The Recruitment Industry – Benefits for Businesses

This is an accompanying piece to my post on Why The Recruitment Industry Needs to Change, and offers an insight into how relevant the recruitment industry still is – provided it follows the lessons of the previous post.

As a recruitment consultant, the first question I or others get invariably asked by potential clients from the outset is “Why do we need you?” Considering the reputation recruiters have in the marketplace and it’s perceived worthlessness to business, it is a fair question. The previous whitepaper looks to the reasons why the recruitment industry needs to change to meet the changes in business practices, yet conversely, there is still an important and significant contribution recruiters can make to effectively assist a business in the acquisition of new and appropriate talent.

In the post-GFC climate, growth patterns for most business are heading upward. As with any periods of growth, there is a need to ensure the people are there to facilitate this activity and carry the business through to the next stage. Selecting the right person is as important as knowing what projects to undertake or what clients to engage.

However, what business has the time to commit to proper and detailed selection of candidates?

It is this question that points to the first benefit of an experienced recruiter – time effectiveness. Particularly for small business, yet also resonating with larger corporations, the constraints of time are a major impact, and the allocation of time to the recruiting of new staff is often seen as an expense most can do without.

The effectiveness of the external recruitment model is exemplified in this area. By essentially offloading the:

  • search
  • screening
  • culling
  • selection
  • reference checking; and
  • Police Record checks

of a staff member to a recruiter, the fact of having it running in the background whilst being left to concentrate fully on the business is an attractive proposition. The only need to become involved is towards the end of the process, when interviews and decisions are made. The effectiveness of this recruitment model comes in the quality of the candidate(s) on offer. When the recruitment agent has done their homework, the result is usually a strong, qualified and environmental fit.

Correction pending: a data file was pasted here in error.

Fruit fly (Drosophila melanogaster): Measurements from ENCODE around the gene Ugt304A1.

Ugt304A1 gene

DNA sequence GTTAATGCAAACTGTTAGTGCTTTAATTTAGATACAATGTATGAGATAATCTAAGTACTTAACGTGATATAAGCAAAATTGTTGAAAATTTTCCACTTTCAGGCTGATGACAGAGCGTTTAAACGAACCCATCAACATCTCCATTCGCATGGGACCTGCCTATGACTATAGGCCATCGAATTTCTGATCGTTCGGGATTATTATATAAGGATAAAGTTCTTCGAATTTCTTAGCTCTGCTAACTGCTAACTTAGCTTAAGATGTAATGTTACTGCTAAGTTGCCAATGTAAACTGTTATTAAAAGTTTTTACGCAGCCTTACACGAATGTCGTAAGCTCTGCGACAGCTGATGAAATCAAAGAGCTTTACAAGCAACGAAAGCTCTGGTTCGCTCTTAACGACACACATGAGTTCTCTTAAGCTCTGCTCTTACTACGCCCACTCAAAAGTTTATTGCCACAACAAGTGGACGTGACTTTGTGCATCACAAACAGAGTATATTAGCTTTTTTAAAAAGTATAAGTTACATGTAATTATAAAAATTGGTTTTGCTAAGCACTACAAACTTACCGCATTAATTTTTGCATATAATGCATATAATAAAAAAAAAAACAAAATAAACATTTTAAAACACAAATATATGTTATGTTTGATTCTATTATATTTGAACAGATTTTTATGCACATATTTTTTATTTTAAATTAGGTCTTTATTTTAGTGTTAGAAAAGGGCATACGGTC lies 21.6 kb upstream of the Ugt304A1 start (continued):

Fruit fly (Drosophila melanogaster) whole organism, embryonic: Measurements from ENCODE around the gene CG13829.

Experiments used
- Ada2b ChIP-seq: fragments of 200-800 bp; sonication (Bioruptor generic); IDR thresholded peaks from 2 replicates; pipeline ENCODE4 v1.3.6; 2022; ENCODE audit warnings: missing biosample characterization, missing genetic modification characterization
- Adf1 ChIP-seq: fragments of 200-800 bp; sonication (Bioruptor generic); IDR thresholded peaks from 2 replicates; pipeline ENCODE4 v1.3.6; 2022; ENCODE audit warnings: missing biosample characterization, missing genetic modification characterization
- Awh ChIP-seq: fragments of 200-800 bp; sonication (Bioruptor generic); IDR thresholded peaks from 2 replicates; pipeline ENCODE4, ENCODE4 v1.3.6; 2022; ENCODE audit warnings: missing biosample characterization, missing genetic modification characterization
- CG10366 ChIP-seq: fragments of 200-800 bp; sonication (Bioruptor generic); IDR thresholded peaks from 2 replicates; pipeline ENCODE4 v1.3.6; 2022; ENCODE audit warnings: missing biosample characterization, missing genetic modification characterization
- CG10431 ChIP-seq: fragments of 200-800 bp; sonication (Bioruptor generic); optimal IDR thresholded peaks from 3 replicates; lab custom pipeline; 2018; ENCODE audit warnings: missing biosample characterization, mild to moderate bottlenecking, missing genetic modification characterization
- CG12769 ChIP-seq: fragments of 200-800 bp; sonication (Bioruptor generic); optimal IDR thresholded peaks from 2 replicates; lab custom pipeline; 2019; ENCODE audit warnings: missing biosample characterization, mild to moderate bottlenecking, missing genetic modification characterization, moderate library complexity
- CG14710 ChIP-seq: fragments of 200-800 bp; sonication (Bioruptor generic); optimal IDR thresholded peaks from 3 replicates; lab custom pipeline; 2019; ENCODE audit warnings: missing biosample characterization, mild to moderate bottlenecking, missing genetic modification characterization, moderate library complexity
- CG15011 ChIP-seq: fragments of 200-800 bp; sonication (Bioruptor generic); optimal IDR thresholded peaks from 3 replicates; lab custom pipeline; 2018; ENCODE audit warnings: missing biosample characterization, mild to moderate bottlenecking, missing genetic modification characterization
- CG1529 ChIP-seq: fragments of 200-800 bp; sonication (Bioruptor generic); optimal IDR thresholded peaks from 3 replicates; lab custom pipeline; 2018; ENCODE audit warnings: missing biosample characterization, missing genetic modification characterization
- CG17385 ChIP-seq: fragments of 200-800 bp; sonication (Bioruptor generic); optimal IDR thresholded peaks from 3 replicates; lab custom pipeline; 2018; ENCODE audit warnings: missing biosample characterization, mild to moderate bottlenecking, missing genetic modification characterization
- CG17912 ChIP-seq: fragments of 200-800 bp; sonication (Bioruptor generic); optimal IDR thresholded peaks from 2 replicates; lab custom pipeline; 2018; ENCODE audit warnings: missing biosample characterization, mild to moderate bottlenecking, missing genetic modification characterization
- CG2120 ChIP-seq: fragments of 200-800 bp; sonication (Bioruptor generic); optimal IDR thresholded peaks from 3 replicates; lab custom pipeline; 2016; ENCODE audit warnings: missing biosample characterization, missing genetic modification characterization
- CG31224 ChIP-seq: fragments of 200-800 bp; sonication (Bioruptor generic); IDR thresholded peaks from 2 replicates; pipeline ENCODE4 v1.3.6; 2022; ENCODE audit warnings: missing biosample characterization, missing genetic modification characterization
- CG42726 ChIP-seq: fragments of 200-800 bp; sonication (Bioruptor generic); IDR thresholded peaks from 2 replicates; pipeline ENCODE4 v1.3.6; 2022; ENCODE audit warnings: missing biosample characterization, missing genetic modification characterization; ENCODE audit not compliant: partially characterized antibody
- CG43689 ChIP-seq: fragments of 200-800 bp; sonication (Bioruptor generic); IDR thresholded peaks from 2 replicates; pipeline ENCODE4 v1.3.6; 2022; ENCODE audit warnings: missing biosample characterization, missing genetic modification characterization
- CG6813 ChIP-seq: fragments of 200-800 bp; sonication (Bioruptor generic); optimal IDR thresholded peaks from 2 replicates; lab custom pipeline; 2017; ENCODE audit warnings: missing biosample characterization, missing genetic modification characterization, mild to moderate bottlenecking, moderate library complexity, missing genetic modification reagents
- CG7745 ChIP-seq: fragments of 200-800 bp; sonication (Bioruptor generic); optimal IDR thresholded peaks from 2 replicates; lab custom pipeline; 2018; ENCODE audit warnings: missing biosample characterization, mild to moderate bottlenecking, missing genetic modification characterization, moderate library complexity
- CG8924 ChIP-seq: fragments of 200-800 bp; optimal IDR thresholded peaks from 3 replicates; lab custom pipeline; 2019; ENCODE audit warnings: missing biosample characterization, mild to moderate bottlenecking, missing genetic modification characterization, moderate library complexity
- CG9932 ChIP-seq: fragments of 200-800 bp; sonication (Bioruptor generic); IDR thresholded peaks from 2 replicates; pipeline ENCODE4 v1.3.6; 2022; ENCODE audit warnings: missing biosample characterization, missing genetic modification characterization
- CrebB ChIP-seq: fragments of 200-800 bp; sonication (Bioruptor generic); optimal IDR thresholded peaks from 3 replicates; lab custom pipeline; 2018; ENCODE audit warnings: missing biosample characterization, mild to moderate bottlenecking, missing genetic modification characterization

When put alongside the alternative which is a time-constrained, hurried, under-pressure manager trying to conduct an effective recruitment process, with the distinct possibility of a subsequently rushed hire that was chosen on merits not fitting the culture of the workplace, resulting in a bad hire, there are plenty of reasons why having outside help is beneficial. According to a wide variety of research, the cost of a bad hire can be up to twice the annual salary of the staff member (see the article: “The Real Cost of Recruitment” for full details), and this can effectively retard the growth of any business.

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Leaders – employee engagement starts with you

It is a very simple proposition, yet one that fails to register with many managers: employees do not leave companies, they leave leaders. This lack of acknowledgement is impacting businesses en-masse and there seems to be a degree of ambivalence when it comes to accepting responsibility for high turnovers.

At present, we are facing a very disengaged workforce. As was identified in the Hudson ‘Positioning for Growth’ report, the GFC demonstrated a disregard for engagement which inevitably led to a sense of disassociation between managers and staff. This study indicated that not only the number of employees looking to leave a company radically increased, but there was a general attitude that businesses failed their employees to such a degree that they were essentially pushing them out of the door. Look at that again: an increase in the number of employees looking to leave, and the fact that businesses seemingly do nothing about it. Hay Group and Drake International, in recent surveys, identified that 50% of employees are thinking about leaving their employer, with over 25% actively doing something about it. Additionally, in a snap poll in The Age newspaper, of almost 6,400 respondents, 71% said they were not happy in their role. If this does not ring alarm bells to managers and leaders everywhere, then it should. These are staggering figures which suggest that there is disquiet in almost every workplace in the country.

You cannot expect to properly function as a leader if you do not understand how vital it is that your staff are engaged.

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